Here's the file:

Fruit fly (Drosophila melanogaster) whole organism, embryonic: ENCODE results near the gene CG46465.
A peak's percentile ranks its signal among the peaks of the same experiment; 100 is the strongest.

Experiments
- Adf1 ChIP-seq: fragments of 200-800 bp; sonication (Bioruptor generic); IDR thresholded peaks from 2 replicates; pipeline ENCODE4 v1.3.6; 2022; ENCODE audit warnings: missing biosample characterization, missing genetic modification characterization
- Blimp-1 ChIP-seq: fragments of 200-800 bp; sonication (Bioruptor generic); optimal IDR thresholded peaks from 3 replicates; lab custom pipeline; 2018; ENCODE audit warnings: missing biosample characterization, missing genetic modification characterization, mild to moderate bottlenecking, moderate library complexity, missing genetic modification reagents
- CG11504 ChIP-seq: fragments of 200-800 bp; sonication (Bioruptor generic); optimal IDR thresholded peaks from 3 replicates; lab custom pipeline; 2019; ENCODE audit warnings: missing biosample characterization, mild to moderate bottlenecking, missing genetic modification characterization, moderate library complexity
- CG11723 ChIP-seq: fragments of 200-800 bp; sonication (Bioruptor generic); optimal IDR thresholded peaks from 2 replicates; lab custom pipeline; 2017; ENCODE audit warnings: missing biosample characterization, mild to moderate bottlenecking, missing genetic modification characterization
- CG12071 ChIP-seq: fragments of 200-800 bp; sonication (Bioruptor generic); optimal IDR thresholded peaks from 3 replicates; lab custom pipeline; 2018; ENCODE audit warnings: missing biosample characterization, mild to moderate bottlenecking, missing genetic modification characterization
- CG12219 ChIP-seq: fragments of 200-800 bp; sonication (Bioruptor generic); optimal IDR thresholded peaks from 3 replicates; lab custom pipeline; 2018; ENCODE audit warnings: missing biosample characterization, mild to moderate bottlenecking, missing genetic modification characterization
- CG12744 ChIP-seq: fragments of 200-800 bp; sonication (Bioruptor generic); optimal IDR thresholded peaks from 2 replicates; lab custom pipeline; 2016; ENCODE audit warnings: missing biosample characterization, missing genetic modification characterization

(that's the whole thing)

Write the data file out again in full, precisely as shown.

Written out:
Fruit fly (Drosophila melanogaster) whole organism, embryonic: ENCODE results near the gene CG46465.
A peak's percentile ranks its signal among the peaks of the same experiment; 100 is the strongest.

Experiments
- Adf1 ChIP-seq: fragments of 200-800 bp; sonication (Bioruptor generic); IDR thresholded peaks from 2 replicates; pipeline ENCODE4 v1.3.6; 2022; ENCODE audit warnings: missing biosample characterization, missing genetic modification characterization
- Blimp-1 ChIP-seq: fragments of 200-800 bp; sonication (Bioruptor generic); optimal IDR thresholded peaks from 3 replicates; lab custom pipeline; 2018; ENCODE audit warnings: missing biosample characterization, missing genetic modification characterization, mild to moderate bottlenecking, moderate library complexity, missing genetic modification reagents
- CG11504 ChIP-seq: fragments of 200-800 bp; sonication (Bioruptor generic); optimal IDR thresholded peaks from 3 replicates; lab custom pipeline; 2019; ENCODE audit warnings: missing biosample characterization, mild to moderate bottlenecking, missing genetic modification characterization, moderate library complexity
- CG11723 ChIP-seq: fragments of 200-800 bp; sonication (Bioruptor generic); optimal IDR thresholded peaks from 2 replicates; lab custom pipeline; 2017; ENCODE audit warnings: missing biosample characterization, mild to moderate bottlenecking, missing genetic modification characterization
- CG12071 ChIP-seq: fragments of 200-800 bp; sonication (Bioruptor generic); optimal IDR thresholded peaks from 3 replicates; lab custom pipeline; 2018; ENCODE audit warnings: missing biosample characterization, mild to moderate bottlenecking, missing genetic modification characterization
- CG12219 ChIP-seq: fragments of 200-800 bp; sonication (Bioruptor generic); optimal IDR thresholded peaks from 3 replicates; lab custom pipeline; 2018; ENCODE audit warnings: missing biosample characterization, mild to moderate bottlenecking, missing genetic modification characterization
- CG12744 ChIP-seq: fragments of 200-800 bp; sonication (Bioruptor generic); optimal IDR thresholded peaks from 2 replicates; lab custom pipeline; 2016; ENCODE audit warnings: missing biosample characterization, missing genetic modification characterization